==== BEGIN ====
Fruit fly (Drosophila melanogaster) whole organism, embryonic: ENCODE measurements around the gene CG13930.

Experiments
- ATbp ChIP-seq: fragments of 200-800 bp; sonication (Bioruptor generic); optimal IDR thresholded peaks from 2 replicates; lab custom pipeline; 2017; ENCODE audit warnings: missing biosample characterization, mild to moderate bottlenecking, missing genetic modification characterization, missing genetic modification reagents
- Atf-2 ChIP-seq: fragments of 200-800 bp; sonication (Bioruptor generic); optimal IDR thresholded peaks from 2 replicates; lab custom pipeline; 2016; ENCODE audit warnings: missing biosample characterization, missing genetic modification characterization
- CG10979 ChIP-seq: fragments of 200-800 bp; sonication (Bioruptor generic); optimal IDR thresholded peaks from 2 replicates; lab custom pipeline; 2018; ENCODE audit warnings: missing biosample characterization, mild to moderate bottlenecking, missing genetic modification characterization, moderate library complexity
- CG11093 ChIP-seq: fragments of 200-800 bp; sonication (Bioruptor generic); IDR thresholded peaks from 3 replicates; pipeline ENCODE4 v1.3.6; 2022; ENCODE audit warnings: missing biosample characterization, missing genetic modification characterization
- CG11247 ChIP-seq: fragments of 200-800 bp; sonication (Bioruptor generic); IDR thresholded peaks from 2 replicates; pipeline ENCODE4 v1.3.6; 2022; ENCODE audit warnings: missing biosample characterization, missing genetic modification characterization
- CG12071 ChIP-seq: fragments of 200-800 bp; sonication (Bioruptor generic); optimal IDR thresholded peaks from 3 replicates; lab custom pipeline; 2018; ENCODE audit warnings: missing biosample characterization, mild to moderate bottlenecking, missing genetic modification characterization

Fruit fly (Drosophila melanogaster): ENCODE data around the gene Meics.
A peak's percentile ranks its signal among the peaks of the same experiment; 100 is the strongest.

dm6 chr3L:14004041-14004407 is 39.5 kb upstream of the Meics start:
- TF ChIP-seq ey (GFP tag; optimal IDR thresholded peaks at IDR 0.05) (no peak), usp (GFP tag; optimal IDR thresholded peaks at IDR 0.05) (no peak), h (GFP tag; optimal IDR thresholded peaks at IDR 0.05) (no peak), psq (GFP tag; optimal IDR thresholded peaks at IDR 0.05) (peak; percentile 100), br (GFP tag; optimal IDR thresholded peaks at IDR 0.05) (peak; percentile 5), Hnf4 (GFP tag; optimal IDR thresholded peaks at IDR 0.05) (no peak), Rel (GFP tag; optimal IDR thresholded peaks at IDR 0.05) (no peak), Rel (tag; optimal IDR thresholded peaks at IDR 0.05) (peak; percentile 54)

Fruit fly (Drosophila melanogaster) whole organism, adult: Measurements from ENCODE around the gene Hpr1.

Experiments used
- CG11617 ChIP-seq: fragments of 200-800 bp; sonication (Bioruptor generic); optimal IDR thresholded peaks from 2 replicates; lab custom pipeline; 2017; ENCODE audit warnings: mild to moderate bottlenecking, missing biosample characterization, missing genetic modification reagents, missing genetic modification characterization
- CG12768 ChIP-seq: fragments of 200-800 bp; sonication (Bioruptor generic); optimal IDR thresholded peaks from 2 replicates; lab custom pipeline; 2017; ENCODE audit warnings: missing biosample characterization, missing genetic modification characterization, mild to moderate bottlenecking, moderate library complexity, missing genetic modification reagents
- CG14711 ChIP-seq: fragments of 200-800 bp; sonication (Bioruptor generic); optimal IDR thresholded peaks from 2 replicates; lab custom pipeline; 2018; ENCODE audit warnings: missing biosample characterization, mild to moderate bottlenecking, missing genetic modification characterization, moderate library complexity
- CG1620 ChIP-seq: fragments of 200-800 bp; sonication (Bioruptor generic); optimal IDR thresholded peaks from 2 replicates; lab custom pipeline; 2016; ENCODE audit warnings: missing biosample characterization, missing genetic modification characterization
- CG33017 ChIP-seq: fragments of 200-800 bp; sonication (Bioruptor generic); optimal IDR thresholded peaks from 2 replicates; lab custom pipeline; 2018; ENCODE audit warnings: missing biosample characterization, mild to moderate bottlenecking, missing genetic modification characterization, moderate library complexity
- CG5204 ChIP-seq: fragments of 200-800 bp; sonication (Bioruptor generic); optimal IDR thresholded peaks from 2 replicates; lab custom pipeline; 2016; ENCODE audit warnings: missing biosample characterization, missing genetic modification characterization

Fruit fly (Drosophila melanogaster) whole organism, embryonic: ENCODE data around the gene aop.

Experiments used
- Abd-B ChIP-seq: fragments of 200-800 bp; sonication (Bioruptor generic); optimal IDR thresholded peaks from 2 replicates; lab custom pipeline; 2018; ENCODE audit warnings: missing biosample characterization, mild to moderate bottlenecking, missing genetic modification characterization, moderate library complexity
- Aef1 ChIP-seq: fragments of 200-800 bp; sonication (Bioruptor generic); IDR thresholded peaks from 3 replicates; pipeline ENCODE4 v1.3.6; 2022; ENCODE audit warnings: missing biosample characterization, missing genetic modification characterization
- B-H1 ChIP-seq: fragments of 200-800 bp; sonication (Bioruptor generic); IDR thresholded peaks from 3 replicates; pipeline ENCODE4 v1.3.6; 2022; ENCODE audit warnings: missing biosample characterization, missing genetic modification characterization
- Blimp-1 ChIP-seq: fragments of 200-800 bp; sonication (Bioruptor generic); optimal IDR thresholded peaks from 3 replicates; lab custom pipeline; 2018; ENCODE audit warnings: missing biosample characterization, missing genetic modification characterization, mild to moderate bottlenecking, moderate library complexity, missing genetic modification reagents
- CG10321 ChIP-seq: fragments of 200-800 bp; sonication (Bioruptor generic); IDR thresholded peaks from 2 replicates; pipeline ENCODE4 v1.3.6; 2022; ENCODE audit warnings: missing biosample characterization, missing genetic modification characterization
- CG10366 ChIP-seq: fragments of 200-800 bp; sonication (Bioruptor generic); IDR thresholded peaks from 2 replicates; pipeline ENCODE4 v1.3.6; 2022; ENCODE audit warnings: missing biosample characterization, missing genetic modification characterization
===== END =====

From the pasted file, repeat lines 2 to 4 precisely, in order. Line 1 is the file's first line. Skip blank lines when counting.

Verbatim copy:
Experiments
- ATbp ChIP-seq: fragments of 200-800 bp; sonication (Bioruptor generic); optimal IDR thresholded peaks from 2 replicates; lab custom pipeline; 2017; ENCODE audit warnings: missing biosample characterization, mild to moderate bottlenecking, missing genetic modification characterization, missing genetic modification reagents
- Atf-2 ChIP-seq: fragments of 200-800 bp; sonication (Bioruptor generic); optimal IDR thresholded peaks from 2 replicates; lab custom pipeline; 2016; ENCODE audit warnings: missing biosample characterization, missing genetic modification characterization